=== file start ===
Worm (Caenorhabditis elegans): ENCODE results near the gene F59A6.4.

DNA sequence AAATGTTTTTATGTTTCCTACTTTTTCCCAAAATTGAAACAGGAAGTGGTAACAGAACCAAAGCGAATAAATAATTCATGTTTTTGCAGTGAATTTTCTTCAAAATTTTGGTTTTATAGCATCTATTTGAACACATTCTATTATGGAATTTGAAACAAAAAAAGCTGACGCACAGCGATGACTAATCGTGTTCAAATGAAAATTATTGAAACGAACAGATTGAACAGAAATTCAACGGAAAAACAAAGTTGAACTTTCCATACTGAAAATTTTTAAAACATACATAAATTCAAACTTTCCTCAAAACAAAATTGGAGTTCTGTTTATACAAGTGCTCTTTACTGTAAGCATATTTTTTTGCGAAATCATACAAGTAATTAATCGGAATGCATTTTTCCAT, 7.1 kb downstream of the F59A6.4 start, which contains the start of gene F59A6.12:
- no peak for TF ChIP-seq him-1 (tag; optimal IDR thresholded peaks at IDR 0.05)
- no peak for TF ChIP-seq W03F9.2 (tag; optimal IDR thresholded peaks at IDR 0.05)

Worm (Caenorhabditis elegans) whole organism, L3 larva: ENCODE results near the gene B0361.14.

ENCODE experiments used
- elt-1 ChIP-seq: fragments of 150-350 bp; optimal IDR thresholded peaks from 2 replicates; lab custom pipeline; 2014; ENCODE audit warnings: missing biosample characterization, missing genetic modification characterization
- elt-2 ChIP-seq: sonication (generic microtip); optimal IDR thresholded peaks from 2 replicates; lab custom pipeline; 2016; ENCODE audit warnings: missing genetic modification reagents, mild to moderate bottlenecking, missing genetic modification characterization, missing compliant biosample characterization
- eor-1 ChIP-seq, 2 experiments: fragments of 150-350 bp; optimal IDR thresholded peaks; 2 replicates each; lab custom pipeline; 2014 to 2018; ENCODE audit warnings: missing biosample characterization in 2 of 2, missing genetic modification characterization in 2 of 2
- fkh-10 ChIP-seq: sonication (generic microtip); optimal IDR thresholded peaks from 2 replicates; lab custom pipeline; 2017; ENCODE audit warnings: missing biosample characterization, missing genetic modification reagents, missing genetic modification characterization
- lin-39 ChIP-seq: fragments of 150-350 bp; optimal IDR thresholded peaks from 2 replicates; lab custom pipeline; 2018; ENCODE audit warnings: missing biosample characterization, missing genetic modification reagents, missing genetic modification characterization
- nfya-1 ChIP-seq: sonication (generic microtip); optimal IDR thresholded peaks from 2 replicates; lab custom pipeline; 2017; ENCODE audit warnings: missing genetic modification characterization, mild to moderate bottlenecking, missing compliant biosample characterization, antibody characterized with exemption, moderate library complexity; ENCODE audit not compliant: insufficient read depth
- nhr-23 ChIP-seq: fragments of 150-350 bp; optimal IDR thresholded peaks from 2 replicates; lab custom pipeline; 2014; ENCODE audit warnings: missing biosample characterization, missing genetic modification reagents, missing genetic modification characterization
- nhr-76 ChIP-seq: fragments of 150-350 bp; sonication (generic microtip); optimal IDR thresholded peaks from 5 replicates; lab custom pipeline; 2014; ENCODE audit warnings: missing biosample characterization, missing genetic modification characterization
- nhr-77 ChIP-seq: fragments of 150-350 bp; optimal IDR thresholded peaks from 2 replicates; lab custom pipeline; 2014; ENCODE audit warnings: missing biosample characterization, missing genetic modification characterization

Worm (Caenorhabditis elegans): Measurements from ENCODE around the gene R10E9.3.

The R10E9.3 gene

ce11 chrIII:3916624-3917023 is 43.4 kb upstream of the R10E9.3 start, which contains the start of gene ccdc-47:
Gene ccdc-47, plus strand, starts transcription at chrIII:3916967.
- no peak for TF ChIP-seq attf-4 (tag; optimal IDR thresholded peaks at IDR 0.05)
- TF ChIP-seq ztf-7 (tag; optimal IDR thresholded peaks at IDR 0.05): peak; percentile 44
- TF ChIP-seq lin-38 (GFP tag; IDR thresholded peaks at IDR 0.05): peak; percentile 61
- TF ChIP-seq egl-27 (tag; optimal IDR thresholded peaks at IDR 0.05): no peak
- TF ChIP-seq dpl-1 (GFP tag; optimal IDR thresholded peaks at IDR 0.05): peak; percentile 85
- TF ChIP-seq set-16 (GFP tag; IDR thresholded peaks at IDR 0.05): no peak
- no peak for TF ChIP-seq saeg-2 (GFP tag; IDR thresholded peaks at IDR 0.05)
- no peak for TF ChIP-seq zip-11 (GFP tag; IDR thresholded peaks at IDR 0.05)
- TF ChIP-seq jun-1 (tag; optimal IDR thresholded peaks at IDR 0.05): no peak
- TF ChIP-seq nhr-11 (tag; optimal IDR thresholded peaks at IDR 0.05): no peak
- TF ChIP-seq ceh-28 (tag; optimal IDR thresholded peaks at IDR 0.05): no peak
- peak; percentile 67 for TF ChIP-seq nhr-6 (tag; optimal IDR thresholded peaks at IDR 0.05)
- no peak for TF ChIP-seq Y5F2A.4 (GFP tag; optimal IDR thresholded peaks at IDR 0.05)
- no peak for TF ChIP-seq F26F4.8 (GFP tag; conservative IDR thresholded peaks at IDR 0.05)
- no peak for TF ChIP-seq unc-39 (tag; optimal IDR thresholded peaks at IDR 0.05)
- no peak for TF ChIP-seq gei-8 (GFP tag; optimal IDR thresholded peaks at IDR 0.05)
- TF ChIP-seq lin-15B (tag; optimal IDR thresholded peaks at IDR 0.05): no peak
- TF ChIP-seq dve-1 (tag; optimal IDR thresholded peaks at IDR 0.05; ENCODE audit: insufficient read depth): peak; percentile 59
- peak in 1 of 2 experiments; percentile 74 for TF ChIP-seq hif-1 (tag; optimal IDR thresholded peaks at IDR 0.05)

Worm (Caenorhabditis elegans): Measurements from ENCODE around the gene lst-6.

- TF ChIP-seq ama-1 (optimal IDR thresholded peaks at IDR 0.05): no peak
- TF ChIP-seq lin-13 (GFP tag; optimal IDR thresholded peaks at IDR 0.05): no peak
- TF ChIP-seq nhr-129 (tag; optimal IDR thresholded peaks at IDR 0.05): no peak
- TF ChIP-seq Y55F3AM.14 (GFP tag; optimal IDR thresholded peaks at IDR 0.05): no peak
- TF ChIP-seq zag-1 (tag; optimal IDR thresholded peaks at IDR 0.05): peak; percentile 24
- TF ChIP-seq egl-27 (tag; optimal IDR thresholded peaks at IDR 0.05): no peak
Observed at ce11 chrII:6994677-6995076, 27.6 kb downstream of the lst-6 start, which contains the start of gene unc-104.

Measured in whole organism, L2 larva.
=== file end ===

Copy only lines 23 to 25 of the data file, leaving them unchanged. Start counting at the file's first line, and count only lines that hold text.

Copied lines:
- TF ChIP-seq egl-27 (tag; optimal IDR thresholded peaks at IDR 0.05): no peak
- TF ChIP-seq dpl-1 (GFP tag; optimal IDR thresholded peaks at IDR 0.05): peak; percentile 85
- TF ChIP-seq set-16 (GFP tag; IDR thresholded peaks at IDR 0.05): no peak